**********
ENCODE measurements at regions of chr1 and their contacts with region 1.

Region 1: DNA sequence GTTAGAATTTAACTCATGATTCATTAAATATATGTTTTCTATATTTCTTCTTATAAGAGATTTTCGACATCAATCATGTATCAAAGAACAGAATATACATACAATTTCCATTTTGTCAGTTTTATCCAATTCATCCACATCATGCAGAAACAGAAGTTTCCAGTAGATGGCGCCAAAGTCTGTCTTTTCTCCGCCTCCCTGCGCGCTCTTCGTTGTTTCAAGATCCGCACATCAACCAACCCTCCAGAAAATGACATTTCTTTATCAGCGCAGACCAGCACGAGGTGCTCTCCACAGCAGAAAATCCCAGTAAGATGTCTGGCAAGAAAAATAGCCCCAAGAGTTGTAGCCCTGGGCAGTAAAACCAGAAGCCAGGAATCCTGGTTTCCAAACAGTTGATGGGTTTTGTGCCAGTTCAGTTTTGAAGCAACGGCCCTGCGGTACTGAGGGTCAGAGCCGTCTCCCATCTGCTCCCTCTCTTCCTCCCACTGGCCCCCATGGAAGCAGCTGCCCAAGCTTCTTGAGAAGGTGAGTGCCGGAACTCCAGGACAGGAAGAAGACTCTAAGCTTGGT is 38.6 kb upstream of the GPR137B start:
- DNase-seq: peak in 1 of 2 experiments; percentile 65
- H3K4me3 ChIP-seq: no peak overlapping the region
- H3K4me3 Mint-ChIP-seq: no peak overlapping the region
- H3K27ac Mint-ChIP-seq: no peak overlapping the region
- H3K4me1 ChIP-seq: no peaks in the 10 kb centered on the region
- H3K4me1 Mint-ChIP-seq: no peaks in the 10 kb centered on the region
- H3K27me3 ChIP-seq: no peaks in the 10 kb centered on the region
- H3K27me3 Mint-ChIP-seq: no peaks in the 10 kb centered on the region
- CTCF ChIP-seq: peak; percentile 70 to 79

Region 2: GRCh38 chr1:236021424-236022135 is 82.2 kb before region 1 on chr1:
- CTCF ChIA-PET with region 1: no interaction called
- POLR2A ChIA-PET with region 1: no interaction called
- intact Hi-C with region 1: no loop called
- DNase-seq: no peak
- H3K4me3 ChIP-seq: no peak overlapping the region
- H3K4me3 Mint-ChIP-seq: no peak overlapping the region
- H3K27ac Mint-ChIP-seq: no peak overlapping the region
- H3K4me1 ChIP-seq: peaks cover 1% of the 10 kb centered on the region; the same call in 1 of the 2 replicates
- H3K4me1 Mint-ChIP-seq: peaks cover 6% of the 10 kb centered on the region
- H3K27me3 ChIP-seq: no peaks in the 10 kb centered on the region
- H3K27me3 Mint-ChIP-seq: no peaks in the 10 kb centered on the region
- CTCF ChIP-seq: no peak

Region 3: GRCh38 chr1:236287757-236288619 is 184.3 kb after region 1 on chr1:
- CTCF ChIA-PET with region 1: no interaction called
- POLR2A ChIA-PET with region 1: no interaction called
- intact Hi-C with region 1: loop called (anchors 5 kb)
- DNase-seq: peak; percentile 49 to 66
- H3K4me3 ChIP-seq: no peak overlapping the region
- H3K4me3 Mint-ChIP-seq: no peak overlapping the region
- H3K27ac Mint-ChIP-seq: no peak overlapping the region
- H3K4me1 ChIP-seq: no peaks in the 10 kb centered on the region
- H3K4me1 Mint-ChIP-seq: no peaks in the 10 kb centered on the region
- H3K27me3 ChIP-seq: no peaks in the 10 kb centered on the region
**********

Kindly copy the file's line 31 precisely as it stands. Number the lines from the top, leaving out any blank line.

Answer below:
- H3K4me3 Mint-ChIP-seq: no peak overlapping the region